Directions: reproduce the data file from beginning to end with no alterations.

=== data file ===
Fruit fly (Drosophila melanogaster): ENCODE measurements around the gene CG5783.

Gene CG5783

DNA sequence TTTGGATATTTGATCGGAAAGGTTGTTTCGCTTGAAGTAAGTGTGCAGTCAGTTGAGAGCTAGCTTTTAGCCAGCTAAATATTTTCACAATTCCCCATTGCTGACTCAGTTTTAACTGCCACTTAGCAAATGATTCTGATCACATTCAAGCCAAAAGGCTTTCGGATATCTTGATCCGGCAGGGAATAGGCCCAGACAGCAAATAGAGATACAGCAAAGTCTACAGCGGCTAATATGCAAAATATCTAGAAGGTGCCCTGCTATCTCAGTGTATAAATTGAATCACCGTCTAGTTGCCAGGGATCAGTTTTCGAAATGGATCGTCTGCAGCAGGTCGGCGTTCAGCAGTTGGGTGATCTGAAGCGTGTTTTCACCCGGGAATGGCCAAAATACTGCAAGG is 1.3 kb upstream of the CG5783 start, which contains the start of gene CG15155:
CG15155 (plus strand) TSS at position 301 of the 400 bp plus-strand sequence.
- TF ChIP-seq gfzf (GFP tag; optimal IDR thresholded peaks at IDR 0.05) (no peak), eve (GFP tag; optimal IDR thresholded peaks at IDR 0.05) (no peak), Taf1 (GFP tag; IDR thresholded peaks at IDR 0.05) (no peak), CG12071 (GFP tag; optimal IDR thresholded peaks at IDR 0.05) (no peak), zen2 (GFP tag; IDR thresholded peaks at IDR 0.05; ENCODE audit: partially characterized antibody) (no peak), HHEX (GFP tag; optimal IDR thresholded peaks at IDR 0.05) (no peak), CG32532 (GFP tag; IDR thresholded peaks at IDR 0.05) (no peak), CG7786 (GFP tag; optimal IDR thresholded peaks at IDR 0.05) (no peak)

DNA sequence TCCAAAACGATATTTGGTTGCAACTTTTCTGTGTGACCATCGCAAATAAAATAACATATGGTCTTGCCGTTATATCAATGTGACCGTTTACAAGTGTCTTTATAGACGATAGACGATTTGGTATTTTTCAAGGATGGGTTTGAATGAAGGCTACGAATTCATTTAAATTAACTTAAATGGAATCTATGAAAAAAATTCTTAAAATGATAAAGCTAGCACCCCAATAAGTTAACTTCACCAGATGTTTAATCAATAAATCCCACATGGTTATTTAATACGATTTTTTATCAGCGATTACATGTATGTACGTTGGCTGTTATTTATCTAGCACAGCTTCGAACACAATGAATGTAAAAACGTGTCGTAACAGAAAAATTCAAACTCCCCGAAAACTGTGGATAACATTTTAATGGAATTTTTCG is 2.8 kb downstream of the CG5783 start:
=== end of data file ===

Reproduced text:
Fruit fly (Drosophila melanogaster): ENCODE measurements around the gene CG5783.

Gene CG5783

DNA sequence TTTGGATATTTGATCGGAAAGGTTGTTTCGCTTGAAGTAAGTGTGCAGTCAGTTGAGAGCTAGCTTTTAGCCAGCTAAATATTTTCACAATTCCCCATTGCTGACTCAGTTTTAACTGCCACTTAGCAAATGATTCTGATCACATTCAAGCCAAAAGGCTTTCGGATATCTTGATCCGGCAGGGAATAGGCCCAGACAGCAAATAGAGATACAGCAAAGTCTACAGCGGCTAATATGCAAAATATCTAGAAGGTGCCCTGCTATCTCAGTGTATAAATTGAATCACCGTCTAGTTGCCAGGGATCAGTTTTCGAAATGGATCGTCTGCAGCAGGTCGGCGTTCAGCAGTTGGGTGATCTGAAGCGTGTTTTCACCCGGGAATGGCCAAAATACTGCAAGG is 1.3 kb upstream of the CG5783 start, which contains the start of gene CG15155:
CG15155 (plus strand) TSS at position 301 of the 400 bp plus-strand sequence.
- TF ChIP-seq gfzf (GFP tag; optimal IDR thresholded peaks at IDR 0.05) (no peak), eve (GFP tag; optimal IDR thresholded peaks at IDR 0.05) (no peak), Taf1 (GFP tag; IDR thresholded peaks at IDR 0.05) (no peak), CG12071 (GFP tag; optimal IDR thresholded peaks at IDR 0.05) (no peak), zen2 (GFP tag; IDR thresholded peaks at IDR 0.05; ENCODE audit: partially characterized antibody) (no peak), HHEX (GFP tag; optimal IDR thresholded peaks at IDR 0.05) (no peak), CG32532 (GFP tag; IDR thresholded peaks at IDR 0.05) (no peak), CG7786 (GFP tag; optimal IDR thresholded peaks at IDR 0.05) (no peak)

DNA sequence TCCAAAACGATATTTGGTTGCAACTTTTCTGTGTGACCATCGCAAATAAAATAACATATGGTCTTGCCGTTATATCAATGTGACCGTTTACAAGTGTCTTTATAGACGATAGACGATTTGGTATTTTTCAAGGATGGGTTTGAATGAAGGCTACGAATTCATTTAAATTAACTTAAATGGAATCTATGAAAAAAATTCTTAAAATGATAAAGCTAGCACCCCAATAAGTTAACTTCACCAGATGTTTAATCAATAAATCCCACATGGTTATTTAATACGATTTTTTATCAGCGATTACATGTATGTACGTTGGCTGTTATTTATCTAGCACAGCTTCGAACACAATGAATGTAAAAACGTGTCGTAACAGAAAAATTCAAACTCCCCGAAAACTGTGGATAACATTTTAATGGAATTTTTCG is 2.8 kb downstream of the CG5783 start: